A day after a team of researchers claimed that neither Israeli nor Palestinian textbooks dehumanize the other, it was Israel’s Ministry of Strategic Affairs — not the Education Ministry, which boycotted the study — that lashed back.
Yossi Kuperwasser, director general of the ministry, on Tuesday presented “new evidence” of Palestinian incitement against Israel and Jews, supposedly denied by the extensive study of Israeli and Palestinian school books funded by the US State Department.
During a press conference at Jerusalem’s Government Press Office (GPO), Kuperwasser attacked not only the research’s methodology, but even its premise.
“Putting us and the Palestinians in the same context is outrageous,” he told journalists. “The Palestinians have a big problem and they need to do something about it.”
Kuperwasser and his research team had tracked not only Palestinian school textbooks, but also Facebook pages of Palestinian schools, which they claimed reflected what was really taught in class, and other official Palestinian government publications.
One such Facebook page cited a famous Islamic tradition (Hadith) calling on Muslims to kill Jews on the Day of Judgment, while another glorified a female suicide bomber.
The Palestinians, charged Kuperwasser, made no attempt to educate children for peace and coexistence with Israel. The textbook study — tasked with tracking portrayals of “the other,” and focused solely on written material — could simply not acknowledge what was not there.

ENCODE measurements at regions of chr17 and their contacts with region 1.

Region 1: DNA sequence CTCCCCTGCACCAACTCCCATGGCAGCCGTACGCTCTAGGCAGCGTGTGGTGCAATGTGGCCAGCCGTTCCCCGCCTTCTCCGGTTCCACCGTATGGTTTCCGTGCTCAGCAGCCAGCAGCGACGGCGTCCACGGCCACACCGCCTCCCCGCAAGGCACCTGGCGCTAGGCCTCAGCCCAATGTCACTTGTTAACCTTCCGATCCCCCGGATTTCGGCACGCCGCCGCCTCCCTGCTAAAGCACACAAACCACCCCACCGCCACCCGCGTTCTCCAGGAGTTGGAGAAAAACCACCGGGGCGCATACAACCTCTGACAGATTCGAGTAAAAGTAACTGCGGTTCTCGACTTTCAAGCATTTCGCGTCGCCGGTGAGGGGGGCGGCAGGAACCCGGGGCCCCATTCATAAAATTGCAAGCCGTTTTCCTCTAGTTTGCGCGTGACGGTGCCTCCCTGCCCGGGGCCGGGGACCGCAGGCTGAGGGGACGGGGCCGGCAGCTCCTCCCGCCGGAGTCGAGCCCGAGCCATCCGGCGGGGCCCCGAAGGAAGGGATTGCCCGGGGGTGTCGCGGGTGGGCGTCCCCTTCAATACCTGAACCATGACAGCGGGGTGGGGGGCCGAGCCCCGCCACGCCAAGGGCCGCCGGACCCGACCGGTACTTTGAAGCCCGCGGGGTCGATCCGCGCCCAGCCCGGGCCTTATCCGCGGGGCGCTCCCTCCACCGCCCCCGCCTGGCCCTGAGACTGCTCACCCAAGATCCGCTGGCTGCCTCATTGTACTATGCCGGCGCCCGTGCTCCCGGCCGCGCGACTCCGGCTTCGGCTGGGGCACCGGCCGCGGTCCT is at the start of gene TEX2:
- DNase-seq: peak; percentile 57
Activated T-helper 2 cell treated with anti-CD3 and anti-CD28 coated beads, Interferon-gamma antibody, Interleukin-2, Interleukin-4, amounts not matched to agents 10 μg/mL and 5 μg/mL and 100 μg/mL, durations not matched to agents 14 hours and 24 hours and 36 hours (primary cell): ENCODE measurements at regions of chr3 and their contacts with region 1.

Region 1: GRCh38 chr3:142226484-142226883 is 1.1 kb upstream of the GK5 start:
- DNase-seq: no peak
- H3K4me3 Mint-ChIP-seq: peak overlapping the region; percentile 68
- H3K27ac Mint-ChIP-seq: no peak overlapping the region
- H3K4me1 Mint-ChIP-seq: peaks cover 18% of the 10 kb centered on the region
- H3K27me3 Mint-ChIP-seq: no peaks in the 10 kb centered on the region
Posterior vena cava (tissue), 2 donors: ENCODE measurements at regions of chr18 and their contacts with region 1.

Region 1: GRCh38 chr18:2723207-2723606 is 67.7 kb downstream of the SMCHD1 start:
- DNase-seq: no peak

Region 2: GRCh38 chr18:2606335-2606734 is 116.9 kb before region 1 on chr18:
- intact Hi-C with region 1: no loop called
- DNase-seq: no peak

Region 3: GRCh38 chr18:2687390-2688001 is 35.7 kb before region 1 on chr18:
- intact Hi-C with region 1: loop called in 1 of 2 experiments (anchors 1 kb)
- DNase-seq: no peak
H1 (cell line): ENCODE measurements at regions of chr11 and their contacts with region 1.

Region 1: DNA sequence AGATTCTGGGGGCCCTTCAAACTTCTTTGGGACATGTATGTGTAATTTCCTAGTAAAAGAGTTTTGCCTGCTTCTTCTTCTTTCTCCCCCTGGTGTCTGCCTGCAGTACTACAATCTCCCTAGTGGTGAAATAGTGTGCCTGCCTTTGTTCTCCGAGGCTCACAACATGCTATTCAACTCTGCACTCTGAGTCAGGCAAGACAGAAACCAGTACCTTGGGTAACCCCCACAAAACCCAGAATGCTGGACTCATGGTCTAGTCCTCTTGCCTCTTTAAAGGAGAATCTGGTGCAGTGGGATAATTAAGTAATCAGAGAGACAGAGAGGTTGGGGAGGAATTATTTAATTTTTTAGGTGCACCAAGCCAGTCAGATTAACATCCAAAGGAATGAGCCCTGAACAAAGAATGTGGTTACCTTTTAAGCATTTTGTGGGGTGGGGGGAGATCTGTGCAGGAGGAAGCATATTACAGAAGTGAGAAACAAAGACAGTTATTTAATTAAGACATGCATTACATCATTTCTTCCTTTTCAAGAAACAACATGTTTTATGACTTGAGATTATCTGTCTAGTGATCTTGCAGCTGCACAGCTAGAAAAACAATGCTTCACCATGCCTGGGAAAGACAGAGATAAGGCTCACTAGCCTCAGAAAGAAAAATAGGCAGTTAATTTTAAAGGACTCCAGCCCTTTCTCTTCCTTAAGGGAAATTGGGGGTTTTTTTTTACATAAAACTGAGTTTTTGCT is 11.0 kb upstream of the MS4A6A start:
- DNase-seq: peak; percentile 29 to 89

And what was there, he added, was intentionally or mistakenly ignored by the research team.
One textbook compared Jews to vipers; a 12th-grade linguistics textbook required students to punctuate the sentence “Do not consider the occupier human”; and a third book erased Hebrew script from the picture of a British Mandate postal stamp, so as to deny a historic Jewish presence in the land, he demonstrated.
Zayzafouna, a children’s magazine funded by the Palestinian Authority (PA) in 2011, presented Adolf Hitler as a role model, alongside Egyptian author Naguib Mahfouz and medieval Islamic conqueror Saladin.
Despite these damning findings, Kuperwasser defended the Ministry of Education’s decision not to cooperate with the research group.
“Most Israelis who were not politically motivated left the project,” he said, adding that his ministry’s findings were readily available to the textbook researchers,” he told The Times of Israel.
Despite all of its shortcomings, Kuperwasser admitted that the research had adequately proved that Palestinian textbooks were considerably worse than Israeli books in portraying “the other.” He derided Palestinian Prime Minister Salam Fayyad for endorsing the study’s findings.
“Somebody misread the report,” he said, referring to Fayyad’s claim that Palestinian textbooks were found to not contain any “blatant incitement.”
“This research only gives Palestinians more excuses. If you let them stick to these narratives, there will never be peace,” Kuperwasser said.